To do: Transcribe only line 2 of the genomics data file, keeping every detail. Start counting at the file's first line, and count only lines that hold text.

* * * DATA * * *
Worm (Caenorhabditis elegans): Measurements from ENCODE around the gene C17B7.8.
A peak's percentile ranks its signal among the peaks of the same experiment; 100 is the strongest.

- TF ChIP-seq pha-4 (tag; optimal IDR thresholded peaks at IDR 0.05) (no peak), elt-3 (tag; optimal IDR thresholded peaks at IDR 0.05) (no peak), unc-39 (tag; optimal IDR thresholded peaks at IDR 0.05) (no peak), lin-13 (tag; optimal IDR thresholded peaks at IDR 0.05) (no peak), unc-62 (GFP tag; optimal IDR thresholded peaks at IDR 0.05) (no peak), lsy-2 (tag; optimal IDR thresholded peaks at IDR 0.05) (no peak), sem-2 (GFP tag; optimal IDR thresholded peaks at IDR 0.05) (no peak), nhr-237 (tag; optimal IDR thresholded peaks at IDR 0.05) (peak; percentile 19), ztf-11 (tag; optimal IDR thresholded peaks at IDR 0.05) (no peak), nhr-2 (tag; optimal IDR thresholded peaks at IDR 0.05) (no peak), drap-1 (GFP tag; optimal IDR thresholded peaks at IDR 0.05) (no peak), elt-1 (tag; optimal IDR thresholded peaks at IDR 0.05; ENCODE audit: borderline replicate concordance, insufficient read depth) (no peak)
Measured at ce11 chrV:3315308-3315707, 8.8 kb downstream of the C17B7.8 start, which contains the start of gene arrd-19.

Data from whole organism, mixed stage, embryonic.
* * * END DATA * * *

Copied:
A peak's percentile ranks its signal among the peaks of the same experiment; 100 is the strongest.